Publisher’s Choice — Free Verse

 

Fairy

 

As if I didn’t already know,

Loudly scratched in a high school desk,

The sentence, two nouns,

My name and the word,

As if everyone else didn’t know—

Shoving me into a bitter awareness.

As if I didn’t already know that everyone else knew,

Though they never saw me in Aunt Mary’s slingbacks,

As if I hadn’t already been called that,

Just one brand on a list of poisons to spray,

To make me go away.

As if I could deny it—

Not the hippie disguise,

Not the occasional straight friend,

Not the herbal and chemical hobbies

That often brought acceptance.

As if I could ever be anyone else—

The slow unraveling of my smile,

The lisp that was my wardrobe,

The wasp-sting of knowing while hiding.

As if the words didn’t stare back at me.

Every fucking day, I picked at them

Like crusty scabs,

And remembered that all my

Pretending and forgetting,

The last time it growled at me,

Gave it gathered power.

As if I didn’t picture the others who sat there, saw it,

Laughed in public and phobic agreement.

I might have easily found its author,

Who obviously knew I sat there,

I never found the one, but I often wondered

If the writer wondered how I’d feel,

What it might do to my day, my heart.

Of course not—a fool and a fairy too.

A few weeks later, the desk was replaced,

I sat there, as if I needed the reminder,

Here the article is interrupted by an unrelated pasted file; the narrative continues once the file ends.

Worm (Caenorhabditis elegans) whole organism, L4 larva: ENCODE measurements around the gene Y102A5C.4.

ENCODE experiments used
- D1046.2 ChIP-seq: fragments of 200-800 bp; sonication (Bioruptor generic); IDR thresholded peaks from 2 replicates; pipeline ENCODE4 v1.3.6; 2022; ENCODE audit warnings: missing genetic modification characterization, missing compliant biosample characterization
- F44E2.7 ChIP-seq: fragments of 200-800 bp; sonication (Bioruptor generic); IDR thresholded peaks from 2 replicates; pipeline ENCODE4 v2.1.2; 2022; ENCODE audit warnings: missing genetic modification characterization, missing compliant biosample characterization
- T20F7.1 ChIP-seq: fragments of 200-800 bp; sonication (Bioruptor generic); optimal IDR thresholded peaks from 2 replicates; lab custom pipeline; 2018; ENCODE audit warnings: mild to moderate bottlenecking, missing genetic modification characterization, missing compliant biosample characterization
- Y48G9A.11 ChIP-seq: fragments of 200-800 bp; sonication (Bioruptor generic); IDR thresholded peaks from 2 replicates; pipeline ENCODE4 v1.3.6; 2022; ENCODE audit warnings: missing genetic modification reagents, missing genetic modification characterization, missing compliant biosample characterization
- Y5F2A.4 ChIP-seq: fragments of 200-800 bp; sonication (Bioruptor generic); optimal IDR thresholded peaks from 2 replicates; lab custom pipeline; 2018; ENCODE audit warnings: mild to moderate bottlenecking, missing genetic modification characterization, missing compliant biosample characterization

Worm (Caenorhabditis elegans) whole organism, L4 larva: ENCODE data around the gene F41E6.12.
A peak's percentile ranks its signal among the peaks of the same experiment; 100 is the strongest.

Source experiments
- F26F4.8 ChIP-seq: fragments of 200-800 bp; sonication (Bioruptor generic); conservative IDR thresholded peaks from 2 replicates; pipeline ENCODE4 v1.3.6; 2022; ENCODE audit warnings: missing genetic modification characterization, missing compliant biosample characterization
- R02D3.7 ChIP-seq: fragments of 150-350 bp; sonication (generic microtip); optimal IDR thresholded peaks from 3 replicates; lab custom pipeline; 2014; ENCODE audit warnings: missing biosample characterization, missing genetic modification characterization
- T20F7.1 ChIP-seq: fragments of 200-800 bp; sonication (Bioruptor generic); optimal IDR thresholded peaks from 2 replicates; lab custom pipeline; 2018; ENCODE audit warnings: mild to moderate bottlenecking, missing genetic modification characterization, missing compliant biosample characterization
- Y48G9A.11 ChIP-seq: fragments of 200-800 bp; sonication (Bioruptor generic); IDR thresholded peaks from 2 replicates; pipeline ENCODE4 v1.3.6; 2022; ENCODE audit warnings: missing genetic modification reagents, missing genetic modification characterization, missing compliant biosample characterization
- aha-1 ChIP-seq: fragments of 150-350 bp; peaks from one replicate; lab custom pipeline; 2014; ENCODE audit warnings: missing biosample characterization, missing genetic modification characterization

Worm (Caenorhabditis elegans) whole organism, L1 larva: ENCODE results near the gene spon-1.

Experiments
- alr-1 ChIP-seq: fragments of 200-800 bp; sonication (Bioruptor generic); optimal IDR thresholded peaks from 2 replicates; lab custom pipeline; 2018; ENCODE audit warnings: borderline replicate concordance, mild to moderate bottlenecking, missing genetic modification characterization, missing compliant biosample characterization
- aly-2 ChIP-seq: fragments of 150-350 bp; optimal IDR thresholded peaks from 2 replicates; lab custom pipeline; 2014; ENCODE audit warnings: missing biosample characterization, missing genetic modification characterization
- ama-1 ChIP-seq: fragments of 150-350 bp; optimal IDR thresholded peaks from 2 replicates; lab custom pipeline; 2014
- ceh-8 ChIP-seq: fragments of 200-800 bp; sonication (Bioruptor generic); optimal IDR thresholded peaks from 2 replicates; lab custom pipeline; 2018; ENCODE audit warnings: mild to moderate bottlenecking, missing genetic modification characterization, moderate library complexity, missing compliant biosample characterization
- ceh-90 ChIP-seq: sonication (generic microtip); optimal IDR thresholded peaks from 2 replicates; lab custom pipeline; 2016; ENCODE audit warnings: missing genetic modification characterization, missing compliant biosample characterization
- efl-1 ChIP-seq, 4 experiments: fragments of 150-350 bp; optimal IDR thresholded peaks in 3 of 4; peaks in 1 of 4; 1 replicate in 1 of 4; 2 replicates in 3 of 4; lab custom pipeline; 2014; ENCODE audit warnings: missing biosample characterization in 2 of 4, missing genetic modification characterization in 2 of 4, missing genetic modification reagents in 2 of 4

I didn’t—it was everywhere I looked.

 

 

John Bowden is a retired high school English teacher and administrator. He lives in Haddon Heights, New Jersey, with his husband, Russell, and their array of Covid masks, gloves, bleach, and cleaners.

Publisher's Choice  African Poetry

 

Ebony Black

 

I’m ebony black

Never been bleached.

Beautiful like a black petunia

I walk to the interview room leaving other hopefuls behind.

He barks ‘enter’

I slide into his office, my resume in my sweaty palms

He frowns, I smile.

My African teeth crooked and pointed

Escape from my lips

The holes in my nose big and gaping

Suck the air in his office

My hair kinky and neatly combed

Stands at attention.

 

He weighs me and grunts ‘No job’

I mumble a weak ‘Thank you’

 

Unspoken thoughts fight for freedom to be heard

My brother, you didn’t check my resume

I have a masters, a bachelors, wait, a diploma underneath all that

I have ten years’ experience

I have an award and a certificate of excellence

I did volunteer work